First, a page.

Fourteen miles east of Peachtree, Alabama, a secret is hidden. That secret’s name is Annabel Lee Truckson, and even she doesn’t know why her mysterious uncle has stowed her deep underground in a military-style bunker. He’s left her with a few German words, a barely-controlled guard dog, and a single command: “Don’t open that door for anybody, you got it? Not even me.”

Above ground, a former Army sniper called The Mute and an enigmatic “Dr. Smith” know about the girl. As the race begins to find her, the tension builds. Who wants to set her free? Why does the other want to keep her captive forever? Who will reach her first?

Private investigators Trudi Coffey and Samuel Hill need to piece together the clues and stay alive long enough to retrieve the girl – before it’s too late.

2017

Long Way Gone by Charles Martin

At the age of eighteen, musician and songwriter Cooper O’Connor took everything his father held dear and drove 1,200 miles from home to Nashville, his life riding on a six-string guitar and the bold wager that he had talent. But his wager soon proved foolish.

Five years after losing everything, he falls in love with Daley Cross, an angelic voice in need of a song. But just as he realizes his love for Daley, Cooper faces a tragedy that threatens his life as well as his career. With nowhere else to go, he returns home to the remote Colorado mountains, searching for answers about his father and his faith.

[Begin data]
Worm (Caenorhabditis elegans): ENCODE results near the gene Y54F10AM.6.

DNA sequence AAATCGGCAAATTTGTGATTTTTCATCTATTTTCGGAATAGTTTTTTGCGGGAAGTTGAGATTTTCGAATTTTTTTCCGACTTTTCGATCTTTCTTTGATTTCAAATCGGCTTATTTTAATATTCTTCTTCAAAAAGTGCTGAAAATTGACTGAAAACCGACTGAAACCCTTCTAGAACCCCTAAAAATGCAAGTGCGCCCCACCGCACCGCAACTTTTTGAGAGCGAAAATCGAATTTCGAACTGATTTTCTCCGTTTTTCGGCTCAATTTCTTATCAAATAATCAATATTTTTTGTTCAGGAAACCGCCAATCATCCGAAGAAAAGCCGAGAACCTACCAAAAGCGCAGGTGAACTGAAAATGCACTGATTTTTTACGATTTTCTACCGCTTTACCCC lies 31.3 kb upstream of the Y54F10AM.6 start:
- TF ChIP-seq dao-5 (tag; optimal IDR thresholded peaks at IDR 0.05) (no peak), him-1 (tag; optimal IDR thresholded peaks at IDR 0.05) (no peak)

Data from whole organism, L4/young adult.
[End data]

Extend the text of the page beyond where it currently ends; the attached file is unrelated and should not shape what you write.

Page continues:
When Daley shows up on his street corner twenty years later, he wonders if it’s too late to tell her the truth about his past—and if he is ready to face it himself.

A radical retelling of the prodigal son story, Long Way Gone takes us from tent revivals to the Ryman Auditorium to the tender relationship between a broken man and the father who never stopped calling him home.

2018

Hidden Among The Stars by Melanie Dobson

The year is 1938, and as Hitler’s troops sweep into Vienna, Austrian Max Dornbach promises to help his Jewish friends hide their most valuable possessions from the Nazis, smuggling them to his family’s summer estate near the picturesque village of Hallstatt. He enlists the help of Annika Knopf, his childhood friend and the caretaker’s daughter, who is eager to help the man she’s loved her entire life. But when Max also brings Luzia Weiss, a young Jewish woman, to hide at the castle, it complicates Annika’s feelings and puts their entire plan—even their very lives—in jeopardy. Especially when the Nazis come to scour the estate and find both Luzia and the treasure gone.

Eighty years later, Callie Randall is mostly content with her quiet life, running a bookstore with her sister and reaching out into the world through her blog. Then she finds a cryptic list in an old edition of Bambithat connects her to Annika’s story . . . and maybe to the long-buried story of a dear friend. As she digs into the past, Callie must risk venturing outside the safe world she’s built for a chance at answers, adventure, and maybe even new love.